PHUKET: A few months ago Larry Flynn asked for suggestions in regard to potted plants for a balcony. The balcony in question was about one and a half meters wide and six meters long the kind of setting I’m sure many other apartment dwellers here have to work with.
Moreover, the balcony was overlooked by other buildings and did not get much sunlight. Since the greenery was intended to act as a screen, it was clearly a good idea to go for plants with specific qualities; ones that could tolerate shade, were capable of rapid growth and could cope with the tight restrictions of the containers. Quite a task.
I suggested that the pots should be glazed to minimize water loss. As for the plants themselves, our reader wanted a palm or palms, but was open to ideas for other occupants of his balcony. Our reader had chosen a Macarthur palm, but in my opinion, the best one for this environment is a rhapis or lady palm. True, it is relatively slow-growing with a maximum height of six or eight feet, but it will tolerate shade and has lovely dark fronds which can form a barrier.
Larry has come back to me with pictures of his new garden the plants arrived on October 12 and a series of questions. He went to a nursery in Chalong, and after some discussion, they delivered a selection of plants.
One is a heliconia which has yellow foliage and looks a bit undernourished. I’m sorry to say this, but I would be reluctant to choose heliconia for pots. True, they are one of the fastest expanding groups of ornamental plants with spectacular hybrids, and, more importantly, they can perform in partly shaded conditions; but they have substantial root systems and grow from underground rhizomes, so are not ideal for containers.
Heliconia need rich, permanently moist soil and plenty of room to maneuver. Plants produce only one bloom per stalk, so if this one has already flowered, then it needs to be cut back. The costus plant requires similar conditions, but fares better in a pot.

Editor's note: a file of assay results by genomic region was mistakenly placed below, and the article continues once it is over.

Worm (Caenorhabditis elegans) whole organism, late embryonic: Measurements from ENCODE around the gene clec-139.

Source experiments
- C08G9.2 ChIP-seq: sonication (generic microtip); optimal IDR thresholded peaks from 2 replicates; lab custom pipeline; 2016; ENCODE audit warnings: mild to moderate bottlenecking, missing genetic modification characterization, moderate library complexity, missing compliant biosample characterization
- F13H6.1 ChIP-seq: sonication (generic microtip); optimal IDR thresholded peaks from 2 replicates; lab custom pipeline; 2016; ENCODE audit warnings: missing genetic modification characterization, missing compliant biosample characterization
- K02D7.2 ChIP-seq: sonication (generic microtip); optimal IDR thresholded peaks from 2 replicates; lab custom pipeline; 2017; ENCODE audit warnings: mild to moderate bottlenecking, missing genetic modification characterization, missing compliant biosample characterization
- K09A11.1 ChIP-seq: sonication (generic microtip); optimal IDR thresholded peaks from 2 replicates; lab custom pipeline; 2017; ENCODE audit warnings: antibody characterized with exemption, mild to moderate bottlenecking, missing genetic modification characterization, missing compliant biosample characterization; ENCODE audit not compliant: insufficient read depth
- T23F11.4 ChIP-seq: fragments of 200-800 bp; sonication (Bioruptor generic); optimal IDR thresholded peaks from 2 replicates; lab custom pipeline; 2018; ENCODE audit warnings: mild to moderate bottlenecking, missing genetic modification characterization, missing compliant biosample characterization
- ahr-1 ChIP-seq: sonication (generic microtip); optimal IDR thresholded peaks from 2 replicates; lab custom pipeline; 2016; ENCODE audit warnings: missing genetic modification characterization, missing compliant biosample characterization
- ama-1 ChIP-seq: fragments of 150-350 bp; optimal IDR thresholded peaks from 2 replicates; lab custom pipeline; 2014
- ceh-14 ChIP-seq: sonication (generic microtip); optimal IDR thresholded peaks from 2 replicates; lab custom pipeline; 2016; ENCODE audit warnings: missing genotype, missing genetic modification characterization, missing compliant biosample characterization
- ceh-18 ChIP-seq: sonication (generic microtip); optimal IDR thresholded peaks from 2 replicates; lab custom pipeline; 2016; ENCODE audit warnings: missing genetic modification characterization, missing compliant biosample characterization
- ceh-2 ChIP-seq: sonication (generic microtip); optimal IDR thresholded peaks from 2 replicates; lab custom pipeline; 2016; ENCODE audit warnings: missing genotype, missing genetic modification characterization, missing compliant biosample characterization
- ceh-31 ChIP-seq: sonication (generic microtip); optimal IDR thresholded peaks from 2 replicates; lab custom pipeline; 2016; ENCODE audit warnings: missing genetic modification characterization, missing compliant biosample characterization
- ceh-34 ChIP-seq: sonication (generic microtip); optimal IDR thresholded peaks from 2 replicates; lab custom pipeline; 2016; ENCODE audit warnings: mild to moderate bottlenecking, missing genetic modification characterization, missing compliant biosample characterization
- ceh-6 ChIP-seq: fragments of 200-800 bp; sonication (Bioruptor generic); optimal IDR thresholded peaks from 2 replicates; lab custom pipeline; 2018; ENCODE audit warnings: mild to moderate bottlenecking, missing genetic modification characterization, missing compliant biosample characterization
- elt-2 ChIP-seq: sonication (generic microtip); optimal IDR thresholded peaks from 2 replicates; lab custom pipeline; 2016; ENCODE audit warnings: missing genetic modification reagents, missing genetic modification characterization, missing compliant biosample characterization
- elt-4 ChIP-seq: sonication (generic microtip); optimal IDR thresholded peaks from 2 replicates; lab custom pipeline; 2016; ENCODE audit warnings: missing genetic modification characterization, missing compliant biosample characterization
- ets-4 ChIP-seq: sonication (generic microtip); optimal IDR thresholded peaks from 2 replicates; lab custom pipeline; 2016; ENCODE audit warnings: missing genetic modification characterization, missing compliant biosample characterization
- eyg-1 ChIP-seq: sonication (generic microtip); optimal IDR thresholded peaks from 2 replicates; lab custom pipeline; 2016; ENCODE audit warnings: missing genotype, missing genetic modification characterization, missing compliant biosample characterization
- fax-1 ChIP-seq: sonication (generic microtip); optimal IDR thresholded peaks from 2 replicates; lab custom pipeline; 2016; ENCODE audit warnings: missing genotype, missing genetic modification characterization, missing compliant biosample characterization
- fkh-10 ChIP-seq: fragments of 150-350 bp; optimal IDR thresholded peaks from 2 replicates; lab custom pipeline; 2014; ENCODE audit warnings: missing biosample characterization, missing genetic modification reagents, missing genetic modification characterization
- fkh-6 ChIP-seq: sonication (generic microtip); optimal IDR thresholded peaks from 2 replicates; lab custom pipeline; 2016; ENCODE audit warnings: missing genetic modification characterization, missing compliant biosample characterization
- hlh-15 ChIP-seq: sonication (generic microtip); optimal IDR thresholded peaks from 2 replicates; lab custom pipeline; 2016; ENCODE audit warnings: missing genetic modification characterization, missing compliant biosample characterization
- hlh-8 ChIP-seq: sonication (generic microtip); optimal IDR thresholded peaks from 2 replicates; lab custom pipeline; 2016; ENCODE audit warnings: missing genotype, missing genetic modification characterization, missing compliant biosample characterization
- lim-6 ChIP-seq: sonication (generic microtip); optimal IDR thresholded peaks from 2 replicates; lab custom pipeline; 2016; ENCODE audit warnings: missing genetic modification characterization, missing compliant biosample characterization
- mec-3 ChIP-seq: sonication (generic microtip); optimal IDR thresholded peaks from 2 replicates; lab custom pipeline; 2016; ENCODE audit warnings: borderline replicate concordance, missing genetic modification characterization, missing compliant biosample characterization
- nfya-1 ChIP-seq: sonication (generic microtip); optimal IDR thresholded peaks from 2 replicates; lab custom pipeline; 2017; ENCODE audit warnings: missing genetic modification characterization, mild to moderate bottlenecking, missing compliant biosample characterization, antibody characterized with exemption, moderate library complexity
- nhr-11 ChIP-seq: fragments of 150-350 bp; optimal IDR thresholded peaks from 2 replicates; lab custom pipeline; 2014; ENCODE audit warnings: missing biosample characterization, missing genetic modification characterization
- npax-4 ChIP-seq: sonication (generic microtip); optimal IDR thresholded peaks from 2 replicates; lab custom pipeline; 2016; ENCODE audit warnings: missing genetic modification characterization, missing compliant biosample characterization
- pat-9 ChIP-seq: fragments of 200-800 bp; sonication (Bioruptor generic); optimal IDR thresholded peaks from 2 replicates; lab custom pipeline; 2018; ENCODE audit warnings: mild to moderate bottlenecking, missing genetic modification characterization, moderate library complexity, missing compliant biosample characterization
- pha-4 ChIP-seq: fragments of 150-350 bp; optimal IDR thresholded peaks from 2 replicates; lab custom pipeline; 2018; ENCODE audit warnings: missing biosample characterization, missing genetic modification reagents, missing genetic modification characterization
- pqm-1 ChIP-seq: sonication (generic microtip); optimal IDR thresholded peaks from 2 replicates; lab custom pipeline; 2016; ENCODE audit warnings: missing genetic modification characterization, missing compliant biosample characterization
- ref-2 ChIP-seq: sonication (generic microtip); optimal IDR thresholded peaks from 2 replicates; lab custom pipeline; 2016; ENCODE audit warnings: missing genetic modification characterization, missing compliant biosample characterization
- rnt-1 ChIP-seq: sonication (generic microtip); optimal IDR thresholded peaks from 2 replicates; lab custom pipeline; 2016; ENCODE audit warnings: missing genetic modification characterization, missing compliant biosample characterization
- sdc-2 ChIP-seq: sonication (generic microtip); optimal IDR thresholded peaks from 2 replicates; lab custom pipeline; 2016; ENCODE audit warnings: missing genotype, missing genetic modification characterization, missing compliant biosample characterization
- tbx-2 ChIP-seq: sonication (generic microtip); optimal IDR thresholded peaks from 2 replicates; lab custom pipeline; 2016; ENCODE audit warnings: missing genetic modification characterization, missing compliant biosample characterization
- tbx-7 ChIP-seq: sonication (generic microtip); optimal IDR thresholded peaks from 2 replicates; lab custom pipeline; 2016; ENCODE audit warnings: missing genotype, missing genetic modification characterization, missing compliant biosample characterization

Another balcony shrub, not in bloom, appears to be a bougainvillea. These are always a good bet because they are so tough and uncomplaining and come in a wide range of colors. They will tolerate containment and grow rapidly once established.
But Larry’s sister’s advice to remember to water his charges every morning and evening, while perfect for the heliconia and costus, will not suit the bougainvillea. If it is in a damp, shady environment, it will produce masses of foliage but little color. Let it dry out and only water when the soil is dry to the touch.
Among Larry’s gallery of photographs is a wrightia religiosa
, another sensible choice and always popular with Thais. It will grow up to two meters tall and produce frequent clusters of drooping, fragrant white flowers. Most important, it will accept both light shade and a confined existence. My only reservation is that it does not have a dense habit, but it will thicken up with pruning.
The most popular screening plants in Phuket are two foliage shrubs which, if allowed, will rapidly grow into small trees witness the rows of cristinas
outside the Honda showrooms and flanking Muang Chao Fa Road, the new cut-through road from Chao Fa West to Kathu.Cristinas
have light-green leaves which are reddish when young and grow very quickly; sais
are a darker green and almost as vigorous. They are much used in topiary. Larry appears to have one or the other of these on his balcony, where it should prove a useful addition. Moderate watering, please. Don’t worry about the holes in the leaves. Probably grasshopper nibbles.
Finally there are plants in hanging baskets. One is Spanish moss, the other, with alternate round leaves, is a dischidia
. With small reservoirs for their roots, they will need daily spraying or watering.
Over to you, sir.If you have a question or a garden that you would like featured, email me at: [email protected] Further information about this gardening series and Patrick's other work can be accessed at: patrickaccampbell.wordpress.com
This article first appeared in the November 22-28 issue of the hard-copy
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